Many of the dams that served to develop our communities in past centuries are unable to perform the functions for which they were designed today, and many are now abandoned.
Even when abandoned, these dams continue to impede the movement of fish, posing a threat to public safety, not to mention the negative environmental impact on our streams and rivers.
In the Petitcodiac River system, there are at least three abandoned dams, located in Humphreys Brook, Mill Creek and Back Brook.
The removal of dams is now recognized as an acceptable option for river restoration. Since the early 1990s, over 500 dams have been removed in North America.
During the summer of 2001, Riverkeeper obtained funding to hire a staff member (Charles LeGresley) to research and produce two detailed reports, a web site section and an educational poster dedicated to the issue of abandoned dams in the watershed. The first report entitled “Reclaiming Free Flow – An Information Guide on Removing Small Abandoned Dams” was an 80-page step-by-step guide aimed at assessing the decommissioning of abandoned dams in the Inner Bay of Fundy. The second report entitled “Assessment on Decommissioning the Abandoned Humphreys Brook Dam” was a 65-page report on the feasibility of removing this abandoned dam located in Moncton.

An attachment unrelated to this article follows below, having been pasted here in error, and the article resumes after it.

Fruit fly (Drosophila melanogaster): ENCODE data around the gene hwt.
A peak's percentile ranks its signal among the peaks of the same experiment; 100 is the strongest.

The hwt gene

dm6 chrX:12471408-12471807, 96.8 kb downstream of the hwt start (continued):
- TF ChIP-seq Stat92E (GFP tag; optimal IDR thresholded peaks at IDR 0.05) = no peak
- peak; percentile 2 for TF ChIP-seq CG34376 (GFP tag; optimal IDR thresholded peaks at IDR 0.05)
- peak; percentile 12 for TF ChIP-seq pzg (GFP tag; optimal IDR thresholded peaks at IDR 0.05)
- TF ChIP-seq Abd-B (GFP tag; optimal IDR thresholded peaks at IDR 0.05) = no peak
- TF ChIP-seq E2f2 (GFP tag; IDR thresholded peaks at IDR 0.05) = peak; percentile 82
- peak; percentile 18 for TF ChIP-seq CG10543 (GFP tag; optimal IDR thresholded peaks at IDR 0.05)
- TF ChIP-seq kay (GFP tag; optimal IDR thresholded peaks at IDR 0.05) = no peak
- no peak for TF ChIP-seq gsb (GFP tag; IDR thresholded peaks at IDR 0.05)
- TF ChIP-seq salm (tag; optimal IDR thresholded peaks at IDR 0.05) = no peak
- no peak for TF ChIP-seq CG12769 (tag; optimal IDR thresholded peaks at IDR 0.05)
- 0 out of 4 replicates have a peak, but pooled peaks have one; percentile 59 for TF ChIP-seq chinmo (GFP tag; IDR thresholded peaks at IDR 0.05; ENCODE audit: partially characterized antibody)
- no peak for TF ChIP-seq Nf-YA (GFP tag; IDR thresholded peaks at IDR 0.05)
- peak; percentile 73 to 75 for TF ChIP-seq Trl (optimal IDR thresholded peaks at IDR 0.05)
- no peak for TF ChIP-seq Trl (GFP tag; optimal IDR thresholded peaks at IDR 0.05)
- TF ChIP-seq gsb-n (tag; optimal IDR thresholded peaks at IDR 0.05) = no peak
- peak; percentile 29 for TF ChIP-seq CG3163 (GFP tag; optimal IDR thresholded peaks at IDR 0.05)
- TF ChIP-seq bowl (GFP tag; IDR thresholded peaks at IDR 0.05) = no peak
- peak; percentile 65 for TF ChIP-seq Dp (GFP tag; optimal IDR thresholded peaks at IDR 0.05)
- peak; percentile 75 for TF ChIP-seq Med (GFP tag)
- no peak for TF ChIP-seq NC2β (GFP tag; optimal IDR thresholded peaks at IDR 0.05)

Public consultations were held on these findings and the recommendation made to proceed with a detailed assessment for this project. One thousand copies of the educational poster were printed and distributed to schools and community groups throughout the watershed. The project triggered the creation of the Humphreys dam removal project, which was ultimately implemented during the summer of 2013 and the Mill Creek fish passage restoration project.